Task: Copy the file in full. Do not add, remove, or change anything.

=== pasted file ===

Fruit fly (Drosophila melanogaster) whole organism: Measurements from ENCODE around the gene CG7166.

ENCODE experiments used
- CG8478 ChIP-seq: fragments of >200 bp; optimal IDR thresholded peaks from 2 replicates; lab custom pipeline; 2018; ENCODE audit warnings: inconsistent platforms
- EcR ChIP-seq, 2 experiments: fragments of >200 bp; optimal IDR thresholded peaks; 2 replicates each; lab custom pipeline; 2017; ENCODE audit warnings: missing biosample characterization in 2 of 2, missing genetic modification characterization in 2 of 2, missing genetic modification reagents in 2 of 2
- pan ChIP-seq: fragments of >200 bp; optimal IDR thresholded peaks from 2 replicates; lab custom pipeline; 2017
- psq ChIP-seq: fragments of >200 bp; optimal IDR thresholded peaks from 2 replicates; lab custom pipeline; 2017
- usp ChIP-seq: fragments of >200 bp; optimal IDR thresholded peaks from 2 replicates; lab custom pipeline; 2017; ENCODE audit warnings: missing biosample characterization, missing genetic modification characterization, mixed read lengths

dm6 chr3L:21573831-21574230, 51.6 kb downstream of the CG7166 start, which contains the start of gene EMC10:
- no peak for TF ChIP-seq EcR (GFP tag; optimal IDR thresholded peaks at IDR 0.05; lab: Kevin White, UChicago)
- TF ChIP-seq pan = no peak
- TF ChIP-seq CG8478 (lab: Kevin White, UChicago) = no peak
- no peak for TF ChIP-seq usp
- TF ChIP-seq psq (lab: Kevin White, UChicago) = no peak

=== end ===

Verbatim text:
Fruit fly (Drosophila melanogaster) whole organism: Measurements from ENCODE around the gene CG7166.

ENCODE experiments used
- CG8478 ChIP-seq: fragments of >200 bp; optimal IDR thresholded peaks from 2 replicates; lab custom pipeline; 2018; ENCODE audit warnings: inconsistent platforms
- EcR ChIP-seq, 2 experiments: fragments of >200 bp; optimal IDR thresholded peaks; 2 replicates each; lab custom pipeline; 2017; ENCODE audit warnings: missing biosample characterization in 2 of 2, missing genetic modification characterization in 2 of 2, missing genetic modification reagents in 2 of 2
- pan ChIP-seq: fragments of >200 bp; optimal IDR thresholded peaks from 2 replicates; lab custom pipeline; 2017
- psq ChIP-seq: fragments of >200 bp; optimal IDR thresholded peaks from 2 replicates; lab custom pipeline; 2017
- usp ChIP-seq: fragments of >200 bp; optimal IDR thresholded peaks from 2 replicates; lab custom pipeline; 2017; ENCODE audit warnings: missing biosample characterization, missing genetic modification characterization, mixed read lengths

dm6 chr3L:21573831-21574230, 51.6 kb downstream of the CG7166 start, which contains the start of gene EMC10:
- no peak for TF ChIP-seq EcR (GFP tag; optimal IDR thresholded peaks at IDR 0.05; lab: Kevin White, UChicago)
- TF ChIP-seq pan = no peak
- TF ChIP-seq CG8478 (lab: Kevin White, UChicago) = no peak
- no peak for TF ChIP-seq usp
- TF ChIP-seq psq (lab: Kevin White, UChicago) = no peak